Deworming a kitten

2020, Jan 09

Kittens who are born from an infected mother cat or who are found outside may be infected by worms. They may get worms through their mother's milk or through contact with other infected animals.

It is essential for them to receive treatment because their growth may otherwise be stunted and they may suffer from deficiencies.

What's more, worms are contagious to humans and to other pets. Needless to say, deworming your kitten is a necessity.

How can I tell if a kitten has worms?

It may be hard to tell. Infected kitten may not show visible symptoms.

Sometimes you may see something that looks like white rice grains in their feces; or, when they have just come off, they may also look like actual worms.

In addition to that, you may see blood in their stools from colon and intestinal irritation.

Another potential sign is diarrhea. But runny stool can be caused by other ailments.

You should also be looking out for vomiting, as that can be a potential symptom for worms. In the vomit, you may see traces of worms.

It is also important to monitor the kitten's weight.

If you notice a failure to gain weight or even a reduction in weight gain, especially with a swollen tummy, worms might be causing it.

A healthy kitten should on average gain between 1.75 to 3.5 ounces every week.

Given that the vast majority of kittens are infected with worms, it is important to treat them for it.

What types of worms are there?

There are various types of worms that can infect your kitten. The four most common types are:

  • roundworms
  • tapeworms
  • hookworms
  • heart worms


Roundworms is usually the most common culprit. Kitten get them from drinking their mother's milk. They look like small spaghetti noodles. They may cause vomiting, weight loss or weight stunt, and a potbellied appearance in your kitten.


Kittens usually get infected from tapeworms by ingesting fleas.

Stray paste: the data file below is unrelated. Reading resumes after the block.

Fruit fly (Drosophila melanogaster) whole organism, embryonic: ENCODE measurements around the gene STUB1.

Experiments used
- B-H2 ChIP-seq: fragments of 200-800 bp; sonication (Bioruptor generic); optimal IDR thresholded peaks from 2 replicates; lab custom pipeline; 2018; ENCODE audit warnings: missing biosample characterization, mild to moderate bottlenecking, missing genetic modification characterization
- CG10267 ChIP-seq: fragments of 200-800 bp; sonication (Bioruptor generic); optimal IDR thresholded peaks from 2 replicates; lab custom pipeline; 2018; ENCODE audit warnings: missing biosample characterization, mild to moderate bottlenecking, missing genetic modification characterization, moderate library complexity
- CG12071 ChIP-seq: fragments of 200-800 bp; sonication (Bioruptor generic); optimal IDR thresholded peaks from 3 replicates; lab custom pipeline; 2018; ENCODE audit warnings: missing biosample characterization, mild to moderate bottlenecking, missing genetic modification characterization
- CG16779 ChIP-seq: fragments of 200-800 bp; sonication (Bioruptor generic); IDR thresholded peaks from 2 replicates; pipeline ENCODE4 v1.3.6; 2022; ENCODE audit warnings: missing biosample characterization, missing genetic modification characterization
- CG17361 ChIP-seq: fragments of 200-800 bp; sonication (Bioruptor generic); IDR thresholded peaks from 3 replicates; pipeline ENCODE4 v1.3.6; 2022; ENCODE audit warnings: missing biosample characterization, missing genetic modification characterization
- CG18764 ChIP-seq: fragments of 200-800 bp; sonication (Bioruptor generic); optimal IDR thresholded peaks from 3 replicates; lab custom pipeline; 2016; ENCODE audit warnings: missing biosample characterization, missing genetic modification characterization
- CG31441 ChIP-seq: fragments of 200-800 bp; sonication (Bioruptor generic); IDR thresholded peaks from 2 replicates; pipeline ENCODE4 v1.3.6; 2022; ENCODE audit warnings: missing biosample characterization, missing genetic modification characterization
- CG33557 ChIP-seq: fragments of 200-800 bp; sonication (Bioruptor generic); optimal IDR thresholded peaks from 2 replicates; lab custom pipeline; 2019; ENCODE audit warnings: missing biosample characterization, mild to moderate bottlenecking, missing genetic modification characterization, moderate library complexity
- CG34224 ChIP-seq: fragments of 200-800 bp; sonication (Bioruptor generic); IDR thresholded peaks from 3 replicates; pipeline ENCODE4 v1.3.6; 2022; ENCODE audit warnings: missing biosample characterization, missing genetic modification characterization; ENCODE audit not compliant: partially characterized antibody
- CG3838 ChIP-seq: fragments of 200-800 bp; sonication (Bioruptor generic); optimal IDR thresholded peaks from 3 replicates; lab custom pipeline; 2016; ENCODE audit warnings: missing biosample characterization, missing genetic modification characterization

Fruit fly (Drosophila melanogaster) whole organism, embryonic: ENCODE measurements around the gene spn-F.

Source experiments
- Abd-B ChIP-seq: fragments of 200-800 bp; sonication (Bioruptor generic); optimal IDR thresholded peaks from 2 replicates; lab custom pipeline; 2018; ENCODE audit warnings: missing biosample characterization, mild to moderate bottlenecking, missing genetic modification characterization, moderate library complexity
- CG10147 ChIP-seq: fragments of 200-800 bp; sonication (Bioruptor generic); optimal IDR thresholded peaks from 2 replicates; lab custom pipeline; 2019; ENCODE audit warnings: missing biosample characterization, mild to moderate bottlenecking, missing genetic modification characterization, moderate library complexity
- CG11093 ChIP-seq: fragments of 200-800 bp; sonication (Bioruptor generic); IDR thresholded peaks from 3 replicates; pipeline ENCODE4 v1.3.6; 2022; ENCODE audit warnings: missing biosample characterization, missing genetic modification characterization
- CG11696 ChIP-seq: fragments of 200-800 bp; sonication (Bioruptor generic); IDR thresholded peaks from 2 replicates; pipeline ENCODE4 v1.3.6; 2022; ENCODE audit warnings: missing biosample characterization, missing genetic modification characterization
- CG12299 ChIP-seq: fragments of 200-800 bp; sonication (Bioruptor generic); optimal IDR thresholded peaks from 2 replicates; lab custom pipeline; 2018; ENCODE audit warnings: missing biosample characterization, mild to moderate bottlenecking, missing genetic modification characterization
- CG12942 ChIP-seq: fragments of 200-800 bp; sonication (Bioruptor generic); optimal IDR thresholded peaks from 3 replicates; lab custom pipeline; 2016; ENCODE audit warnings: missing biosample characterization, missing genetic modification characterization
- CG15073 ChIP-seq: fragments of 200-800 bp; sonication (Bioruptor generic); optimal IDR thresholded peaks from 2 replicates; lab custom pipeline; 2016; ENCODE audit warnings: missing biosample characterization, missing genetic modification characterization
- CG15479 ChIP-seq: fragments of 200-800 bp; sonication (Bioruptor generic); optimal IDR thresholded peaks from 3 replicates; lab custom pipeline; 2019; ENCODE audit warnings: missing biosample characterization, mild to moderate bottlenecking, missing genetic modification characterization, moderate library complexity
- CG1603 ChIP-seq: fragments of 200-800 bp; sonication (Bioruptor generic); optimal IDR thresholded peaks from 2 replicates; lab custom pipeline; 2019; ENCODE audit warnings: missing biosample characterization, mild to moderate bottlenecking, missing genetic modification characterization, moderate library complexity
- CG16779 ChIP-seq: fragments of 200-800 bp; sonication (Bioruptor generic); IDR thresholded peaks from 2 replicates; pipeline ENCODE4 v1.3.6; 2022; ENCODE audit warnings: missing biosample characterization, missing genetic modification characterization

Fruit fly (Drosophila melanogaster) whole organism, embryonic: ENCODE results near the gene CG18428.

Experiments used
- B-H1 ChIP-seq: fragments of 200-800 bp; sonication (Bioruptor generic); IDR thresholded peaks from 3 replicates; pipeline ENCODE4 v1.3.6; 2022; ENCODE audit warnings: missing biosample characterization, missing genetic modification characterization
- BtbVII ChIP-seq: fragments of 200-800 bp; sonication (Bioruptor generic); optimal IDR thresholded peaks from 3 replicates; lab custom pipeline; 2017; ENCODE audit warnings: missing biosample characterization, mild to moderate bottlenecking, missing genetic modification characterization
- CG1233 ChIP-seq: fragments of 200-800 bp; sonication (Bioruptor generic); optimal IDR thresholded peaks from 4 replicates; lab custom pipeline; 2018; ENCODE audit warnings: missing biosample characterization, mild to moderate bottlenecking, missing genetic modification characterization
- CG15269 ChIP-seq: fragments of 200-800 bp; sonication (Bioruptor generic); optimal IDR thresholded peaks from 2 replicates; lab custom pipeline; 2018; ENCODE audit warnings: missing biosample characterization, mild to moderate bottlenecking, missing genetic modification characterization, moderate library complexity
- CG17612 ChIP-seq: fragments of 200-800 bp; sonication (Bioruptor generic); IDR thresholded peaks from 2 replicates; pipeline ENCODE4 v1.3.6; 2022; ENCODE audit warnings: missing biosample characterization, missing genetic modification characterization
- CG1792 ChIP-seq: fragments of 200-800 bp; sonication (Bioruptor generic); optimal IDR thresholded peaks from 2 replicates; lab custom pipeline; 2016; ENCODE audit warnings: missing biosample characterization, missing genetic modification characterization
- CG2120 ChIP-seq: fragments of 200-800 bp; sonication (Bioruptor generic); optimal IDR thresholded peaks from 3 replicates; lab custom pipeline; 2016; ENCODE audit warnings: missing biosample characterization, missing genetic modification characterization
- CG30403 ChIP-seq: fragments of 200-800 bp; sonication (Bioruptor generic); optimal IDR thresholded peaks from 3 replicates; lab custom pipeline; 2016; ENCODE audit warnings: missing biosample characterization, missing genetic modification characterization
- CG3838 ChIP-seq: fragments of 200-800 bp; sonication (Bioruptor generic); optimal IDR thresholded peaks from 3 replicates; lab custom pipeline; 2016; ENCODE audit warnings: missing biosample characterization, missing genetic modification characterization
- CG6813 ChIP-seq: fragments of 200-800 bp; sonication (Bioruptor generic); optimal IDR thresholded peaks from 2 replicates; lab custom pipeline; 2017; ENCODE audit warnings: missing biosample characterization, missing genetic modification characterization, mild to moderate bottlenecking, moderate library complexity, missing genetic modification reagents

Tapeworms are long, flat, white worms. When fully grown, they measure to around 8 inches.

When the tapeworm matures, it starts shedding segments, the size of a grain or rice, that breaks off the tapeworm and pass into the cat's feces.

Those segments can often be spotted in the fur of your kitten's hind quarters.


Hookworms are more common in warm and humid environments. Overcrowding and poor sanitation can contributed to infection.

Kitten may become infected when she swallows hookworm larvae. But the larvae may also penetrate the kitten skin and migrate to her intestine.

Hookworms are smaller than roundworms. They are only about 1/8" long. They attach to the lining of the intestine wall and feed on the kitten's blood.

Hookworms can be pretty serious as they cause bleeding in the intestinal tract and internal blood loss. For serious infections, this can even lead to the kitten death.


Heartworms may be one of the most dangerous of worms.

Those are foot-long worms that live in the heart, lungs and associated blood vessels. They cause severe lung disease, heart failure and damage to other organs.

They are spread through mosquitoes carrying cat heartworm larvae.

Vomiting and coughing are two of the most common symptoms but some kitten won't show any signs.

Should I deworm my kitten?


Worms are such a prevalent ailment for kittens that kittens should be preventively treated against the most common parasites, such as roundworms and hookworms.

It is particularly important to deworm kittens if:

  • they were found outside
  • they were found in unsanitary conditions
  • they go outside
  • their mother may have worms herself

Can I deworm a kitten myself?

For preventive care, deworming a kitten can be done at home.

All you will need is a:

  • 1cc syringe
  • a digital scale
  • an oral dewormer

It is best to prepare the medication away from your kitten so as not to make her anxious.

Then, wait a few minutes before administrating it to her, to give you time to calm her if she suspects something. It is much easier to give medicine to a kitten if she is relaxed.

When should I deworm my kitten?

Kittens under two months should be dewormed every two weeks.

So you should deworm them at:

  • 2 weeks old
  • 4 weeks old
  • 6 weeks old
  • 8 weeks old

After 2 months old, you can give a dewormer once a month until they reach 6 months old.

And a final dewormer when they reach 12 months old.

After that, you can start deworming them as an adult.

What is the best kitten dewormer?

What to expect after deworming a kitten?

Gray kitten on bed